Client Newsletter 4Q22

Dear Ambassador Family,

2022 has been a momentous year!  It has reminded us that investments do not just travel in one upward direction.

We will discuss how we see things near and longer term.  In short, we still lean toward playing defense, though we could see temporary reprieve in the markets.

We have emphasized defense, especially this year, because this is not just your money.  Your nest egg is a source of funding your retirement income, future dreams, and health care costs in retirement.  While we seek ways to grow your assets and find income, we also keep an umbrella on hand for rainy days – like 2022, maybe a little longer.

If you have other investments that might benefit from this approach, please come talk to us.  If you know someone who feels a little beat up after 2022 and needs some help, have them give us a call.

We are here to help.

Enjoy the Bear Market Rally While It Lasts…

Near term, we could see a mild bounce in the markets.  Markets experienced a sharp -15% decline from mid-August to mid-October. Markets since then have shown mild resilience.

Seasonality, hopes for an end to Fed rate hikes, and options speculation might allow for a temporary bounce.  3rd quarter earnings and macroeconomic data are a wild card.

While we have modestly taken up risk, we see it only as a tactical bounce over which major headwinds remain.  We would expect to take it off at higher levels perhaps toward the end of the year.

…But Serious Risks Still Remain.

Our medium-term concerns about risk assets remain:

  1. Inflation continues to remain an issue.
    • Commodity scarcity: in spite of higher prices, supply in most commodities is not rising. OPEC+ is cutting 2 million barrels of production, the US Strategic Petroleum Reserve will soon run out of barrels, and diesel inventories in the US are less than 30 days of supply, near all-time low.  Food harvests and rare earth (used in renewable energy) are also supply-constrained.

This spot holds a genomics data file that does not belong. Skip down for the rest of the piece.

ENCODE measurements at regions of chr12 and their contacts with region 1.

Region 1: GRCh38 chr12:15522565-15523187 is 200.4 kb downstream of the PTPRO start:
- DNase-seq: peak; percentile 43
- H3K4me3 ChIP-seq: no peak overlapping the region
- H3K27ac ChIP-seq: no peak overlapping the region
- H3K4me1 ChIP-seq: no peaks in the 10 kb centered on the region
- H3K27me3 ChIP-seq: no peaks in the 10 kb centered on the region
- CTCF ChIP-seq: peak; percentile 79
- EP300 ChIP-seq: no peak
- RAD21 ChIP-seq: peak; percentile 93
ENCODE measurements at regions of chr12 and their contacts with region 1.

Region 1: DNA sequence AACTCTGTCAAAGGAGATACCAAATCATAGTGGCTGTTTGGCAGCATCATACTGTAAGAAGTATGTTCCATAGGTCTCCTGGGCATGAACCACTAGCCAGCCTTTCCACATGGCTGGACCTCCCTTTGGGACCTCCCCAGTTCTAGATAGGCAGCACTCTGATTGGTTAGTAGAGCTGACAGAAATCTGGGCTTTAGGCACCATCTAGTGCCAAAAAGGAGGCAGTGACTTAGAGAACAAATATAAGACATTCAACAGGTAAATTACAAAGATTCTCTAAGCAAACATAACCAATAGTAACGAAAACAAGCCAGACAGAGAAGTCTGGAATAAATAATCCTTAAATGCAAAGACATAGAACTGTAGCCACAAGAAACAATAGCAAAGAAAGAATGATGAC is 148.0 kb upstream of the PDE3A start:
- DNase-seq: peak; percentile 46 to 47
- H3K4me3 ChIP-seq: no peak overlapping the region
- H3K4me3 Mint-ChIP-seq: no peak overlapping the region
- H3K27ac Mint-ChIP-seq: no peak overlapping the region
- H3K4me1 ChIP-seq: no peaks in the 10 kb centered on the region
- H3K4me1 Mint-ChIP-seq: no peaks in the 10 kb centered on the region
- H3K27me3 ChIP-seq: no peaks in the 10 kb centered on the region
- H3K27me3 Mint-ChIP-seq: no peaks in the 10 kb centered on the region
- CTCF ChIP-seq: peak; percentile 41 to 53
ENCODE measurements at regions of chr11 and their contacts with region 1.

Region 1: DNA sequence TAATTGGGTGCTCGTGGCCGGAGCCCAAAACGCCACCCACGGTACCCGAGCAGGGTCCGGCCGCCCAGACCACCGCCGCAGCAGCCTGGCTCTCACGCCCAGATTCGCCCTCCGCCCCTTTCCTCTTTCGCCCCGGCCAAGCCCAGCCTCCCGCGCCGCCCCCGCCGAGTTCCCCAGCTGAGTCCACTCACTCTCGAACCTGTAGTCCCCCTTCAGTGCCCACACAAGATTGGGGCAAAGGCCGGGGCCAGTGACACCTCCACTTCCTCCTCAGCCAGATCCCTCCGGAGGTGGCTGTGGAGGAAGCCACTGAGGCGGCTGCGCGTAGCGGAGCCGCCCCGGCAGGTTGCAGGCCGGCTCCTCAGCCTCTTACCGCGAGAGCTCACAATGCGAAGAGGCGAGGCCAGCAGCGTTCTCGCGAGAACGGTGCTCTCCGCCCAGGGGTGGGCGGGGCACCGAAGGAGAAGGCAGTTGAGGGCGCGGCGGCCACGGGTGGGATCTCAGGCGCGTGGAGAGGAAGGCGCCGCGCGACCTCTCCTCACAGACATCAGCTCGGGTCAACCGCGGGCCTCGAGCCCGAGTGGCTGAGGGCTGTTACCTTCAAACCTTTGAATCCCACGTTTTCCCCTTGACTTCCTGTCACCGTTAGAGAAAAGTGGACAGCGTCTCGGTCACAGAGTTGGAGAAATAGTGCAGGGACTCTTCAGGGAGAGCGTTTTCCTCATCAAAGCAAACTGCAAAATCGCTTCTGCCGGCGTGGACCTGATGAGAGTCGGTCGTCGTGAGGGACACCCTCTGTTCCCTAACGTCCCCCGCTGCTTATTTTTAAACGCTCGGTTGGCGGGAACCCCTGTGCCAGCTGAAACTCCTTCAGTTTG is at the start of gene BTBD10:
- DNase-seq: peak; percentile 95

• Labor wage hikes are passing through the system. This in past cycles has been the real driver in times of stubbornly high inflation.  Railroad engineers, airline pilots, and other industries have received double-digit wage increases.
    • The question is not necessarily whether inflation near-term has peaked, but rather where will inflation plateau. Consensus expectations call for inflation to drop only to 5% next spring from over 8% currently. (Bulls need inflation to fall to 2%.  Given supply shortages and government spending, we are concerned that hope might be too optimistic.)
  2. Interest rates remain an overhang:
    • Short and long-term interest rates hover at +/-4%, the highest in over a decade. In the meantime, the Fed is still catching up.
  3. The bulls expect the Fed to “cry uncle” similar in 2018-9. In a matter of months, the Fed shifted from raising to cutting rates due to fears of economic recession.  The stock markets rallied.
  4. What is different today 2018 is that inflation and fiscal spending are both much more serious issues.
  5. If the Fed stops raising or even cuts rates, it runs the risk of a new inflation surge. Markets might like it initially, but at some point, we fear the rally would end as investors realize the inflation genie is out of the bottle.
  6. If the Fed keeps on going, we risk seeing deflation in the form of price declines in financial markets.

Other Issues Include:

  • Retail investor sentiment (what they really do, not what they say) is still elevated. BofA investors still maintain high allocations to stocks versus history (and well above pre-pandemic).
  • Corporate earnings are subject to disappointment and reduction (margin pressure, demand weakness). Transport companies, a barometer for the overall economy, have warned about declines in volumes entering the holiday season (and the stocks have suffered).  Wall Street still expects earnings growth in 2023 despite signs of a weaker economy.  We believe this is overly optimistic.
  • The surging US Dollar has not only driven debt costs higher for emerging markets, but also has pressured large developed market currencies (UK, Japan). Markets fear a violent spiral in devaluation might also take their toll on assets held in the US.
  • Geopolitical risk (Ukraine, Taiwan) is another wild card.
What You Need to Know about COLA & Social Security

If You Are Fully Retired